There’s an old joke which goes something like this: “I hear scientists have recently started using lawyers as opposed to rats for scientific experiments. They do this for two reasons; One, the scientists become less attached to the lawyers. And two, there are certain things that even rats won’t do.”
As it turns out, making jokes at the expense of the legal profession is a pastime which has a fine historical pedigree. Satirical prints lampooning the supposedly self-serving nature of litigators had been published in London since the late seventeenth-century and by the closing decades of the eighteenth-century they were commonplace items in London’s printshops. The enduring popularity of these images was such that many of them remained in print until the early 1800s, with the most popular being used to decorate pottery and other manufactured goods.
Which leads us to this rather nice but sadly slightly damaged linen handkerchief. It probably dates to sometime during the latter half of the 1790s and is decorated with a medley of printed text and images. The centre oval contains an picture of a crowded courtroom with the defendant and the plaintiff sitting either side. Both men appear to have been reduced to a state of abject boredom by the proceedings and convey the impression that they have long-since ceased to care about the cause of the litigation. The text which appears at either side of this image is an extract of the humorous poem The Lawyer and Justice which appeared in Vicesimus Knox’s Elegant Extracts, or Useful and Entertaining Passages in Prose (1790). It tells the story of a lawyer who is visited by the spirit of justice and admonished for his money-grubbing ways. It was presumably based on an image that first appeared on paper, although I’ve been unable to locate any surviving copies of the original version in order to confirm this.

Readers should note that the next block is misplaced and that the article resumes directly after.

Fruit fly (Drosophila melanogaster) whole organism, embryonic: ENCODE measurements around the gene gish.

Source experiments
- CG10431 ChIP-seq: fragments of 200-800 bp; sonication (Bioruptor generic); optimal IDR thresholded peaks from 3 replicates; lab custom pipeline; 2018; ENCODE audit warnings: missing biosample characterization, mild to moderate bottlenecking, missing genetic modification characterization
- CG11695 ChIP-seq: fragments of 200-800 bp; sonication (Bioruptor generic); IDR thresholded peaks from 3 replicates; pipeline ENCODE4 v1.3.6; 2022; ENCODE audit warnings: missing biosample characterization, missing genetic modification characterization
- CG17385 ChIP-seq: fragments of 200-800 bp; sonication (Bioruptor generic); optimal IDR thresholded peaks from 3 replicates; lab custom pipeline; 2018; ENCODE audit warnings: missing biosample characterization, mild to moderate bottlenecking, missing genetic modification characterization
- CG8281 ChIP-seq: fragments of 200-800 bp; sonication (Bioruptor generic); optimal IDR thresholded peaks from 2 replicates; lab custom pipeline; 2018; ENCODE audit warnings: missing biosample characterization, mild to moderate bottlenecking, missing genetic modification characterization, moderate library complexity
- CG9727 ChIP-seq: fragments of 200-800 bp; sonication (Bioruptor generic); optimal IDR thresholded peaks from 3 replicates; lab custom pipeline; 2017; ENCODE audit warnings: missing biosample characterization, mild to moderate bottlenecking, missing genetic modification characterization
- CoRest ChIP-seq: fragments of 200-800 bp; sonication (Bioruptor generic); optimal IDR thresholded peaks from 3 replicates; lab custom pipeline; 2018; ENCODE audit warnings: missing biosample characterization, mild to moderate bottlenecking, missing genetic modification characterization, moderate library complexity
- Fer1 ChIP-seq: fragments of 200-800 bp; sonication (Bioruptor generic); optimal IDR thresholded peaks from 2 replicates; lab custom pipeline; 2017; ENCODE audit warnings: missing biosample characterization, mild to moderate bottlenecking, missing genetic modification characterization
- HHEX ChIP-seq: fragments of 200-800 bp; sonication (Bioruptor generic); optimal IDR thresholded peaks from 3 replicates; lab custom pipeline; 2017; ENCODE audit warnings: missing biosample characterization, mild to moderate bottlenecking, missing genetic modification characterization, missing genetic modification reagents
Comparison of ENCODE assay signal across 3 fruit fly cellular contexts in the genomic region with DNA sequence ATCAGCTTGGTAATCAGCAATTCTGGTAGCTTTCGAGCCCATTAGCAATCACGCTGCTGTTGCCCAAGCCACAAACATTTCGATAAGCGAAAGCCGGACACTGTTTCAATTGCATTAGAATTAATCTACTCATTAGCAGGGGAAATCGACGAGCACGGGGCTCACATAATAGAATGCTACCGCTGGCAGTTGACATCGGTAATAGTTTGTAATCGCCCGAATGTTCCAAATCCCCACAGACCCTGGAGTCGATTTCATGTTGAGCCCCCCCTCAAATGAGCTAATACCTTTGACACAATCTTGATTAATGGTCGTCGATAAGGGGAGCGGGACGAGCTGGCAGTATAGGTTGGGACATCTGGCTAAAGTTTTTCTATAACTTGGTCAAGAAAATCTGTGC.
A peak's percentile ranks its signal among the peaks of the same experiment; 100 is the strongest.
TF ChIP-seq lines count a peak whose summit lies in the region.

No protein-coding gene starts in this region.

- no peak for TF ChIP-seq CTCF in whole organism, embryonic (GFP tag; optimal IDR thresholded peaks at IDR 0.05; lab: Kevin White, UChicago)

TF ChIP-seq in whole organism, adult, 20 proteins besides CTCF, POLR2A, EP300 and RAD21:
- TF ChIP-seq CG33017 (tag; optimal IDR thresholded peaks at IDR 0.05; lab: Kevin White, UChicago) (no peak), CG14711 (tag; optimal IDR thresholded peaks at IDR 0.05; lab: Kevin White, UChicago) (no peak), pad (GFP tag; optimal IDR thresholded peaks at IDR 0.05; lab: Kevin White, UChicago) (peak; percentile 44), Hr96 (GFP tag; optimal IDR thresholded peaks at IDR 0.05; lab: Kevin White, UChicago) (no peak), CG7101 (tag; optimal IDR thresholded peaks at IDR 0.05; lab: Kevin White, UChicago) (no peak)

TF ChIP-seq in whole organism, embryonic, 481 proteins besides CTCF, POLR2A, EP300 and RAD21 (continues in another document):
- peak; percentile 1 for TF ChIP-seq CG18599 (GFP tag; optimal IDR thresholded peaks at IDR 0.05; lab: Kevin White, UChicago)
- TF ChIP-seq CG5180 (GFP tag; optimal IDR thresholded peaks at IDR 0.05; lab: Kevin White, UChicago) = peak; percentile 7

Another rhyme appears above and below the central cartouche. The six short verses of prose recount the tale of two men who are arguing over an oyster. They call on a lawyer to settle the dispute, which he does by opening the oyster, giving either man a shell and taking the meat as his fee. The story is illustrated by the now partially-lost picture in the bottom left corner of the handkerchief with the title A Sharp Between Two Flats. This a copy of one of a pair of mezzotints satirising the legal profession which were published by Carington Bowles in 1791. It’s companion – A Flat Between Two Sharps – has been reproduced in the opposite corner of the handkerchief. And finally, the picture on the top right is a copy of an anonymous satire entitled Consolation which was published by Laurie & Whittle in December 1795. It shows a lawyer attempting to console his bankrupt client with the news that whilst he may have been reduced to his last guinea, the man he has taken to court has been left with nothing more than a farthing.
This handkerchief was offered up for sale here in the UK last week. The auctioneer’s estimate was £200 – £300, which seemed reasonable to me (even allowing for the damage) but in the end it didn’t sell. So it’s possible that we may see this item surface again at some point in the near future.